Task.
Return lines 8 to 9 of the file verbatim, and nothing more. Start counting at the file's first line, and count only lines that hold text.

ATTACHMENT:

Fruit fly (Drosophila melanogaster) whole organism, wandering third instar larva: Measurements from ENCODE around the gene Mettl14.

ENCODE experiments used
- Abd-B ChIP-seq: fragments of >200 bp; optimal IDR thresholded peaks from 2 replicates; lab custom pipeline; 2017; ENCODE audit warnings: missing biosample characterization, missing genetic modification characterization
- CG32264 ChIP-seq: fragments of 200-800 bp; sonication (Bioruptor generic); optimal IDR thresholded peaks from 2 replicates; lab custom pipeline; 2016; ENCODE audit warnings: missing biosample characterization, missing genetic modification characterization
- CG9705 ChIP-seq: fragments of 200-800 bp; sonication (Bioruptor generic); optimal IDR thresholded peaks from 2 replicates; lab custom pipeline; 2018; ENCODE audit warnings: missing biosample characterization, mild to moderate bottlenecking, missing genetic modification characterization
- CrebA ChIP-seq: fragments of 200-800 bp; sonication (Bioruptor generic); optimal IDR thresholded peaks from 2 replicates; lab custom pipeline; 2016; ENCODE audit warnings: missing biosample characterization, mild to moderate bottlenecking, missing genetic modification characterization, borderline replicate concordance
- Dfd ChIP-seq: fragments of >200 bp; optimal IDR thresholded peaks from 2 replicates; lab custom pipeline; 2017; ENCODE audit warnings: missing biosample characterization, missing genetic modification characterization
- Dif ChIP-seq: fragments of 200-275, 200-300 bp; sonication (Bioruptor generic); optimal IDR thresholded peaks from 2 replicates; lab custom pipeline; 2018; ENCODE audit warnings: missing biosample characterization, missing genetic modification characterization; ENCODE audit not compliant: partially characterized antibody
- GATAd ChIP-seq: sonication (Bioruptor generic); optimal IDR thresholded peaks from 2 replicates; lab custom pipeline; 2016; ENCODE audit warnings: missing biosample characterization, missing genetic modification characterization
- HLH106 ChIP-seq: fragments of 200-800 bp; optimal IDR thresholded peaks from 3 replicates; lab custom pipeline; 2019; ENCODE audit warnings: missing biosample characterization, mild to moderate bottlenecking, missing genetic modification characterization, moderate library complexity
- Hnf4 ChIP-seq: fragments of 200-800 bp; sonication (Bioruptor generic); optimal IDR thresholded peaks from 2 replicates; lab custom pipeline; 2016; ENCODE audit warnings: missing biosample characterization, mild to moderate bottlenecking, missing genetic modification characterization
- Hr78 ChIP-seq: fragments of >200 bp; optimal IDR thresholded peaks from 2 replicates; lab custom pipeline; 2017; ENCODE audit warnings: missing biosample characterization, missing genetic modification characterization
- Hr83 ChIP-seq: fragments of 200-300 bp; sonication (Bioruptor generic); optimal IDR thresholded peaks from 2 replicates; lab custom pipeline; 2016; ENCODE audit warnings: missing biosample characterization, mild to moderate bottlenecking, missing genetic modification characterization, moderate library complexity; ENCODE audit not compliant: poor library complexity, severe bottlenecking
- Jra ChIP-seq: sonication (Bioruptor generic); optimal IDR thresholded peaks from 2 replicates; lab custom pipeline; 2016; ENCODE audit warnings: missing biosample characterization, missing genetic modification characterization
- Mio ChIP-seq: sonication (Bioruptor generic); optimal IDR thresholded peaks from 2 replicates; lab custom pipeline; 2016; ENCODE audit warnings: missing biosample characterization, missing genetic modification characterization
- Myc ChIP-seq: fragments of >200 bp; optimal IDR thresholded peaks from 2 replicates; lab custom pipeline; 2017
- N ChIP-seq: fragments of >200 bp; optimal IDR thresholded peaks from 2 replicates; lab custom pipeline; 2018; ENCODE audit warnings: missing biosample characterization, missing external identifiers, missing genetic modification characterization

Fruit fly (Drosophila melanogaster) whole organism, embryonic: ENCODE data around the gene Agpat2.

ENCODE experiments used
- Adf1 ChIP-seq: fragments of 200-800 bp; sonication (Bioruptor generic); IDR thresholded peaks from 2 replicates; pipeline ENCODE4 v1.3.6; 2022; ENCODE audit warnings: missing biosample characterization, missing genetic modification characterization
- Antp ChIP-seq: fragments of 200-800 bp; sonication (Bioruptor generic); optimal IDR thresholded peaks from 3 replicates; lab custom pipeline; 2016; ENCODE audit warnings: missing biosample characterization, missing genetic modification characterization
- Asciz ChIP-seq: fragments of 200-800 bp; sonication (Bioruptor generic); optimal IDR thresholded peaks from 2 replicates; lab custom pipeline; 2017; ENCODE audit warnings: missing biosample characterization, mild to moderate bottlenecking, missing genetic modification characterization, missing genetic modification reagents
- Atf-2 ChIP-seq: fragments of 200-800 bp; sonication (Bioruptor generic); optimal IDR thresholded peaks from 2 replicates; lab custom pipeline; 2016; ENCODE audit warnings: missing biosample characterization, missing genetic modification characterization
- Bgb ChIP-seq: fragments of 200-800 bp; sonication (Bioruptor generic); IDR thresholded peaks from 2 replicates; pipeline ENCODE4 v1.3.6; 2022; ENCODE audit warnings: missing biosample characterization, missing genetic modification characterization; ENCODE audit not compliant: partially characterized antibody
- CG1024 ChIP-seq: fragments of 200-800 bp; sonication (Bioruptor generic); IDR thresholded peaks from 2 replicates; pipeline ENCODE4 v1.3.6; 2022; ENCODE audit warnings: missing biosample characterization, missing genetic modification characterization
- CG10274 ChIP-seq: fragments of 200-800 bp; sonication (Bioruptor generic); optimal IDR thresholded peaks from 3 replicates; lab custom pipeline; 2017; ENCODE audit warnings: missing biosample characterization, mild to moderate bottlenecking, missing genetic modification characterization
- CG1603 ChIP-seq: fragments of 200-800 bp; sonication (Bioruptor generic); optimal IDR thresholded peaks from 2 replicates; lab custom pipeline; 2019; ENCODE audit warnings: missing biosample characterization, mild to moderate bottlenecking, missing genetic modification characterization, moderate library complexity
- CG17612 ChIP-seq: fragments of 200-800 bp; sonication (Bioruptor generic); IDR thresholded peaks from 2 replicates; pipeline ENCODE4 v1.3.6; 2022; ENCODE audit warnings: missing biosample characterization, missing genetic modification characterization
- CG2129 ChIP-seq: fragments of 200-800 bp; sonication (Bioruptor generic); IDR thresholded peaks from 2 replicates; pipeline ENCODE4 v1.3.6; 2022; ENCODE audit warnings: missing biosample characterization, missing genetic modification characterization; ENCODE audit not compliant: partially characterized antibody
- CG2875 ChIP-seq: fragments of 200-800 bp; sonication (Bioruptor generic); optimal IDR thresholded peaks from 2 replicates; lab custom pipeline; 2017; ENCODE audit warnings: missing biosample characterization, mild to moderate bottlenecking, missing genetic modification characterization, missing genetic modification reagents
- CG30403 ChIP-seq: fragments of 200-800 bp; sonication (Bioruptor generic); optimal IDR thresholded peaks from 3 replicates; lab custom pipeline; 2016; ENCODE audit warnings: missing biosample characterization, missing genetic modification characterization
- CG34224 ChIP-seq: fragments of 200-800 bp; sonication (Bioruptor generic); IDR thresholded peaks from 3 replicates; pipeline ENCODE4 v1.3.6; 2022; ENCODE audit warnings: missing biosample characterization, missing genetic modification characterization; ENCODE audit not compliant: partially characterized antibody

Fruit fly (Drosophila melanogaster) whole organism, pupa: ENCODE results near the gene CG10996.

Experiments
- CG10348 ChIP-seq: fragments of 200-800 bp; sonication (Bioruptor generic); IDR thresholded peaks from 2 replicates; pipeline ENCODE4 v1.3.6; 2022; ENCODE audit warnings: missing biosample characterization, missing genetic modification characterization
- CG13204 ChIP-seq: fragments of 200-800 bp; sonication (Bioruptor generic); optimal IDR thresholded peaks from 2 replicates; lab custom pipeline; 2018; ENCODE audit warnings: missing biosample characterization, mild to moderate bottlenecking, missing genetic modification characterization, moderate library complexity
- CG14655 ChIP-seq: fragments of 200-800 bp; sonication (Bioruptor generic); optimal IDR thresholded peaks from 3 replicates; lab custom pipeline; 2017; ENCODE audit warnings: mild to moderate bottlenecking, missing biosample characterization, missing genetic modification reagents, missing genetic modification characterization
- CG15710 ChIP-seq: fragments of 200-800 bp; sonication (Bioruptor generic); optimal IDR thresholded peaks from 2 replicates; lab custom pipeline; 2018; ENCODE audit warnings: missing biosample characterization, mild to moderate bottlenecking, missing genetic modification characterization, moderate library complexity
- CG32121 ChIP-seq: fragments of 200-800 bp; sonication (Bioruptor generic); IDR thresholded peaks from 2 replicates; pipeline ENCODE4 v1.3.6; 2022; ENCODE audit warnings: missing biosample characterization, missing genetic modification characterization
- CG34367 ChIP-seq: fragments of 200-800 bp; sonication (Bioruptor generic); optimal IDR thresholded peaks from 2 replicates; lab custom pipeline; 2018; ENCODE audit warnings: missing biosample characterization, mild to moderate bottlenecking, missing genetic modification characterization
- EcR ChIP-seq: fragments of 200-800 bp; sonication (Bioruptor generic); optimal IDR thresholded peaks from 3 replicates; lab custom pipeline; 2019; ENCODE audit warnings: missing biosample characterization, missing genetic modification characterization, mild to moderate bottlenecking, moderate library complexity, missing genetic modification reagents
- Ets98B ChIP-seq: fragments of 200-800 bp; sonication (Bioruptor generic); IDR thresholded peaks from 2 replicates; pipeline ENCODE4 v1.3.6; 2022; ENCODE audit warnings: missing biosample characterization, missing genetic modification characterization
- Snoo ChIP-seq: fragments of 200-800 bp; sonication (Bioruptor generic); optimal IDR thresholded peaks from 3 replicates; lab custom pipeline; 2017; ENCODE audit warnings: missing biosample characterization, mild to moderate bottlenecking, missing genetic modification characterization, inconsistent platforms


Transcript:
- Dif ChIP-seq: fragments of 200-275, 200-300 bp; sonication (Bioruptor generic); optimal IDR thresholded peaks from 2 replicates; lab custom pipeline; 2018; ENCODE audit warnings: missing biosample characterization, missing genetic modification characterization; ENCODE audit not compliant: partially characterized antibody
- GATAd ChIP-seq: sonication (Bioruptor generic); optimal IDR thresholded peaks from 2 replicates; lab custom pipeline; 2016; ENCODE audit warnings: missing biosample characterization, missing genetic modification characterization